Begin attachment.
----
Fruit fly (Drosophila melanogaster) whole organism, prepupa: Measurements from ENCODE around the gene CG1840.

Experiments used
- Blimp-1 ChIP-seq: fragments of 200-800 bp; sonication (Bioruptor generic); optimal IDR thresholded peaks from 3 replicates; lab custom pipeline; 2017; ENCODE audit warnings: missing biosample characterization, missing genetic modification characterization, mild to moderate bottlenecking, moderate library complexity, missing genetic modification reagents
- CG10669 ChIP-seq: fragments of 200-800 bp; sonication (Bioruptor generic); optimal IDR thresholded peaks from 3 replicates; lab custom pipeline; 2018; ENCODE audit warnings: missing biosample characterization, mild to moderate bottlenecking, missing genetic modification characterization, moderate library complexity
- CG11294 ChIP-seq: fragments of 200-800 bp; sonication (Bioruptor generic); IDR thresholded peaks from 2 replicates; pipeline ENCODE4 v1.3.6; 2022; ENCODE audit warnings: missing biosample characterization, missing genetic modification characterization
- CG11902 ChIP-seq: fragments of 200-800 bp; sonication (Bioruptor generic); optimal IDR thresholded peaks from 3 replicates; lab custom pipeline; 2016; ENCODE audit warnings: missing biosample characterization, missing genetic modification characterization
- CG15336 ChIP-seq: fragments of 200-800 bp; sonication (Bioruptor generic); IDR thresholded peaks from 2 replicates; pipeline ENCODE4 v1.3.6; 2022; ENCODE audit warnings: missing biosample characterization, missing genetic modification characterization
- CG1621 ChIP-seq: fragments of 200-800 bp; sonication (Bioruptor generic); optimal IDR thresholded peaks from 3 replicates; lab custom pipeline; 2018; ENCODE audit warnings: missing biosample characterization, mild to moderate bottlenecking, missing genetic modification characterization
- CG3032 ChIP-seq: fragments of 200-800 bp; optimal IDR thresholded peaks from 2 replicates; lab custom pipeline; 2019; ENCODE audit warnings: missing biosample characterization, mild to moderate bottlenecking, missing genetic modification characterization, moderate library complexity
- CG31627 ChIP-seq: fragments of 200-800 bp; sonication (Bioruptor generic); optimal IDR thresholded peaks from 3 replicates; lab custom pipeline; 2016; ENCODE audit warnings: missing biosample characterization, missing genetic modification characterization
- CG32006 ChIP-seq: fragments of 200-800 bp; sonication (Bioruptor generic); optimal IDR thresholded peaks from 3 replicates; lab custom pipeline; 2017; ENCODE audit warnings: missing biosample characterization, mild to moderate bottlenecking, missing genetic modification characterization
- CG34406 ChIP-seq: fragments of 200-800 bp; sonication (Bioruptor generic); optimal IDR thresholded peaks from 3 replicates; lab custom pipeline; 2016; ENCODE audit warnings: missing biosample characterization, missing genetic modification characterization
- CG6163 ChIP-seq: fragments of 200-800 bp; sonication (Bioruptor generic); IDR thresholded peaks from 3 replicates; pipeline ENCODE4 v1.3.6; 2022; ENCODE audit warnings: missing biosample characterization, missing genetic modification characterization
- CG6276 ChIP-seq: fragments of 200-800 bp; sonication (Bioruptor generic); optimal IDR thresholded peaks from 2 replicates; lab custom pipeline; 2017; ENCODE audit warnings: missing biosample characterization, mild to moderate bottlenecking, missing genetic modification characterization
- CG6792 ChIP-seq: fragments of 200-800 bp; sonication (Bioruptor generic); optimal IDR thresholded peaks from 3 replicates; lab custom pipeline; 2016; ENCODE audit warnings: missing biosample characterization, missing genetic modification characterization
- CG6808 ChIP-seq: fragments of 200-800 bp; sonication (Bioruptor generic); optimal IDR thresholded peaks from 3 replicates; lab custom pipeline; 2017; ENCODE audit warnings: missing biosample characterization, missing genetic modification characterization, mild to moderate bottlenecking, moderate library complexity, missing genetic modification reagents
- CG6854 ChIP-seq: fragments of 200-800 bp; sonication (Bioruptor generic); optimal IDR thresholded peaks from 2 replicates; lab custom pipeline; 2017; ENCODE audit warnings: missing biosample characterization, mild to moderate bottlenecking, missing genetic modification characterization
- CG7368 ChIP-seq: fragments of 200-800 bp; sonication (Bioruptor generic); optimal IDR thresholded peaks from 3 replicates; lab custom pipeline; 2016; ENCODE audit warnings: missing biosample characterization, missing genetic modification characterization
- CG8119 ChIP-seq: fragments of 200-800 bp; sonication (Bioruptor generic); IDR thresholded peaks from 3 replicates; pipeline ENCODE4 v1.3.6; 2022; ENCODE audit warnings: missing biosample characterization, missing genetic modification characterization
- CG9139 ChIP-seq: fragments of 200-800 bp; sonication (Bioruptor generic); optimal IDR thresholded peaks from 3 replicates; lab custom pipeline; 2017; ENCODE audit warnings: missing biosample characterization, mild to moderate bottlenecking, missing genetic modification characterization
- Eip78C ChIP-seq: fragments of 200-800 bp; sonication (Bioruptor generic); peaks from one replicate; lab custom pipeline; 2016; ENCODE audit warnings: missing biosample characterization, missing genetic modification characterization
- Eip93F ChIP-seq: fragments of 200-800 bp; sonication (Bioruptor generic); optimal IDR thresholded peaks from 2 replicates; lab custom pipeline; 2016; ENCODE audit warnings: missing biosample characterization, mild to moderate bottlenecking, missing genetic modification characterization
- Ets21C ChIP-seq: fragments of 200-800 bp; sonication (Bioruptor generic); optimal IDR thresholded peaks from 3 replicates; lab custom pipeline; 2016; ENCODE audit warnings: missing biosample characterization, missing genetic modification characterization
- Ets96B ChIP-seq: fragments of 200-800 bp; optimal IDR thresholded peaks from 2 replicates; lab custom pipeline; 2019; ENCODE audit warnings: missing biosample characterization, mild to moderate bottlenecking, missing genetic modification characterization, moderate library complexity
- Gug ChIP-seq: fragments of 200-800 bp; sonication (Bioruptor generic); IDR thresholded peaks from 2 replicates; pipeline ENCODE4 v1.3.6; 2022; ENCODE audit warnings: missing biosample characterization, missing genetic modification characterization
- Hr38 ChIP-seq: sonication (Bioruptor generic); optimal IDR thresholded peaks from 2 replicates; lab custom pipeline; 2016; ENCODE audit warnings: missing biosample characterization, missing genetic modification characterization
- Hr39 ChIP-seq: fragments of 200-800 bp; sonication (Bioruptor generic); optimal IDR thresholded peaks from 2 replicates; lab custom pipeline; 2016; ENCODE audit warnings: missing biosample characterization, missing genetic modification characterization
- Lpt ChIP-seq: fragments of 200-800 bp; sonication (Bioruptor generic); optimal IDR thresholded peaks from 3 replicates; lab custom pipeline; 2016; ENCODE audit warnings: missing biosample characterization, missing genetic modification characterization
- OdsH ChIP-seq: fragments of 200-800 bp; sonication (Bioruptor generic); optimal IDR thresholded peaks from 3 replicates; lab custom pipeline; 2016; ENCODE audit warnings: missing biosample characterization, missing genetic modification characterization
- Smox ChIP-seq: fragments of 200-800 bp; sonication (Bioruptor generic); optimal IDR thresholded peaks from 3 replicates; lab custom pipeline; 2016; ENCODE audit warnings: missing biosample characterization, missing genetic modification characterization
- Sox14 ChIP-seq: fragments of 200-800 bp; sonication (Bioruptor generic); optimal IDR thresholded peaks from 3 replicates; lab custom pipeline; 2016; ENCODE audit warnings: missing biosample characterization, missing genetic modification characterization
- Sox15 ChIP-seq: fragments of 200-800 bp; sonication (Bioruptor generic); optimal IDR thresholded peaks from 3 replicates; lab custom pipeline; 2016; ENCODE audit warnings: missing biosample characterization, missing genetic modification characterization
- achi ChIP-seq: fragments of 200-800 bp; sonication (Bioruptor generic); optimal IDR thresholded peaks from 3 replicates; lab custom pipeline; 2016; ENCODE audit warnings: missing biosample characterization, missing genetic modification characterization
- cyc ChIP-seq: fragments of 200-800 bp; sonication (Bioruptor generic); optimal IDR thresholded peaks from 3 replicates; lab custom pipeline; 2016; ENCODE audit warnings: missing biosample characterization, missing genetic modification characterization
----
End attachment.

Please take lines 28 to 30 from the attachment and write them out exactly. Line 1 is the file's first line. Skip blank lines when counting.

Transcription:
- Lpt ChIP-seq: fragments of 200-800 bp; sonication (Bioruptor generic); optimal IDR thresholded peaks from 3 replicates; lab custom pipeline; 2016; ENCODE audit warnings: missing biosample characterization, missing genetic modification characterization
- OdsH ChIP-seq: fragments of 200-800 bp; sonication (Bioruptor generic); optimal IDR thresholded peaks from 3 replicates; lab custom pipeline; 2016; ENCODE audit warnings: missing biosample characterization, missing genetic modification characterization
- Smox ChIP-seq: fragments of 200-800 bp; sonication (Bioruptor generic); optimal IDR thresholded peaks from 3 replicates; lab custom pipeline; 2016; ENCODE audit warnings: missing biosample characterization, missing genetic modification characterization